Sahara chairman Subrata Roy on Friday claimed in the Supreme Court that he had cleared most of the dues demanded by the market regulator to pay public depositors in his group companies, and requested that the court remove the security personnel assigned to him.
The top court had remanded Roy in a civil jail in 2014 over the group’s failure to pay up dues estimated to be Rs 25,781 crore to SEBI. The regulator was to pay the money to the subscribers of two schemes of the group declared illegal by the court in 2012. The top court, on January 31 last year, had directed Roy and two other directors, Ravi Shankar Dubey and Ashok Roy Choudhary, to personally appear before it “to enable the court to pass appropriate orders so that the law can take its own course and reach the desired conclusion”. On January 24, 2020 the Court said that the efforts of the Sahara group to pay back did not “inspire the confidence of the court” as its order for deposit of Rs 25,700 crore has not been complied with so far. Earlier, the apex court had noted that the Sahara group has already deposited around Rs 20,000 crore in the SEBI-Sahara account, which includes Rs 15,000 crore and Rs 4,800 crore interest. In July 2018, the auctioning process of Sahara group’s prized Aamby Valley properties was put off by the Supreme Court after it was informed that the auction notice did not elicit any response from prospective buyers. In January 24, 2020 order’s court exempted Sahara group Chief Subrata Roy and two other directors from personal appearance till “further orders” in the case.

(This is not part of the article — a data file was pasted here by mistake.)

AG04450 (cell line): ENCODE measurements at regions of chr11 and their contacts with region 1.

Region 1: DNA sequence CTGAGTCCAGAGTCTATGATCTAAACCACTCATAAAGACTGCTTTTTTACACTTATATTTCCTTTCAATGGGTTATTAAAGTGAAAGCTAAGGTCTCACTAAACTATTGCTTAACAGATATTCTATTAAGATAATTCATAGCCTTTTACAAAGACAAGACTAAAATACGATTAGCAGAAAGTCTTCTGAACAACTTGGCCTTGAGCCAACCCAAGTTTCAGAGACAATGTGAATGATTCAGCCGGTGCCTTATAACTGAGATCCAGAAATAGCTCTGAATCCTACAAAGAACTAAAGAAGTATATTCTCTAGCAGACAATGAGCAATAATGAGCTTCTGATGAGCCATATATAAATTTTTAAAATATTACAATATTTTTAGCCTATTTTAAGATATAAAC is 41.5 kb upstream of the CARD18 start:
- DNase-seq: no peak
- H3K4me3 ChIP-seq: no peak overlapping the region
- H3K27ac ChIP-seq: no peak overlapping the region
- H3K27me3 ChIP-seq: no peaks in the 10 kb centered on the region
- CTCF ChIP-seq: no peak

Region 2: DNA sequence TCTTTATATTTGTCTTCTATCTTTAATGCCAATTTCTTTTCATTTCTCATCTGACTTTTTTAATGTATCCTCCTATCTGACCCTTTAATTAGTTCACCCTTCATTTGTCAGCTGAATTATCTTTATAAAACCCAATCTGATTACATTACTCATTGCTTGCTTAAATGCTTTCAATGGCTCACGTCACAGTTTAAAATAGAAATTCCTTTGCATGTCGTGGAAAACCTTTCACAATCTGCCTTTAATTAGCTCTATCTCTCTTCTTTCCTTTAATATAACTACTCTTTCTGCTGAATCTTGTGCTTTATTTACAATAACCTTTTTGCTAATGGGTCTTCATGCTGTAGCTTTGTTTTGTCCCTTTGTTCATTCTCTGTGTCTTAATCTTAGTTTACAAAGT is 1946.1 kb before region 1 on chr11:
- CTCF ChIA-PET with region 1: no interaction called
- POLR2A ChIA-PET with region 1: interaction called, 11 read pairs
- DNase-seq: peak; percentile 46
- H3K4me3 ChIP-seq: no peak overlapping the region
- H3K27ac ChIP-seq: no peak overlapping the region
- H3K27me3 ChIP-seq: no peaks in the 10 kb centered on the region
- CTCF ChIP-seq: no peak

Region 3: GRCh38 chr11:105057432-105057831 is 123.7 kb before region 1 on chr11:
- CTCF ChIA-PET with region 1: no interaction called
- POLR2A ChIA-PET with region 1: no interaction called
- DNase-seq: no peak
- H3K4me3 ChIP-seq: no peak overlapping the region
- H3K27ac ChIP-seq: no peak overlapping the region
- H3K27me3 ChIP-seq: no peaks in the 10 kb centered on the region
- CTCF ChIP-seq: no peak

- Venugopal argued that the security was not for his personal security, but to keep an eye on him and ensure that he turned up in court when required.
- SEBI informed the court that he had so far paid only a part of the money due, including interest.
- Advocate Vikas Singh, appearing for Roy, urged the court to free the Sahara chief from his security entourage.
- Counter to the above argument, the CJI remarked that a huge security detail was the hallmark of a “VIP” these days, even as he stuck to the court’s earlier orders.
- SEBI has contended that the total principal with interest has now crossed Rs 70,000 crore, at 15% interest on the principal amount.
- Roy has so far only paid Rs 15,000 crore, it said. Subrata Roy, on his part, claimed that he had paid a major portion of the dues in cash to his depositors. He also demanded a recount of his liabilities.
- Advocate Datar has earlier said in court that the regulator would accept his claims on paying in cash if he could show documents on fund inflows.
- Sahara’s Roy had said in end that it would require a further detailed hearing and till then the group would not pay any more money.
A bench led by Chief Justice SA Bobde refused to change its earlier order assigning security to him. The bench, however, waived personal appearance of Roy, who was present in court on Friday, in court during further hearings.
Edited by J. Madonna Jephi
Approved & Published – Sakshi Raje